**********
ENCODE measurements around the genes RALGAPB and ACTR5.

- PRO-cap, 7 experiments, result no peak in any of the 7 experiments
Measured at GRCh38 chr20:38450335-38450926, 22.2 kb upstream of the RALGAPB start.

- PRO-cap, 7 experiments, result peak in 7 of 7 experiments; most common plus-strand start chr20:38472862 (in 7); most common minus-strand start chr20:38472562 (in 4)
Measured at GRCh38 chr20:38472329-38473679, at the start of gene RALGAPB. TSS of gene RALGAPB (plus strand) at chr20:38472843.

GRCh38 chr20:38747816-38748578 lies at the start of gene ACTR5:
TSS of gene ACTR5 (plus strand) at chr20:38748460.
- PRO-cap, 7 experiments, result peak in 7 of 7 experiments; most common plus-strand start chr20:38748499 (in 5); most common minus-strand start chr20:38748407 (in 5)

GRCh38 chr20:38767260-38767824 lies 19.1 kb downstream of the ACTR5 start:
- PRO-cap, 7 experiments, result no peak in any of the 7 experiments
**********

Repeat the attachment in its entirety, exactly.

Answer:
ENCODE measurements around the genes RALGAPB and ACTR5.

- PRO-cap, 7 experiments, result no peak in any of the 7 experiments
Measured at GRCh38 chr20:38450335-38450926, 22.2 kb upstream of the RALGAPB start.

- PRO-cap, 7 experiments, result peak in 7 of 7 experiments; most common plus-strand start chr20:38472862 (in 7); most common minus-strand start chr20:38472562 (in 4)
Measured at GRCh38 chr20:38472329-38473679, at the start of gene RALGAPB. TSS of gene RALGAPB (plus strand) at chr20:38472843.

GRCh38 chr20:38747816-38748578 lies at the start of gene ACTR5:
TSS of gene ACTR5 (plus strand) at chr20:38748460.
- PRO-cap, 7 experiments, result peak in 7 of 7 experiments; most common plus-strand start chr20:38748499 (in 5); most common minus-strand start chr20:38748407 (in 5)

GRCh38 chr20:38767260-38767824 lies 19.1 kb downstream of the ACTR5 start:
- PRO-cap, 7 experiments, result no peak in any of the 7 experiments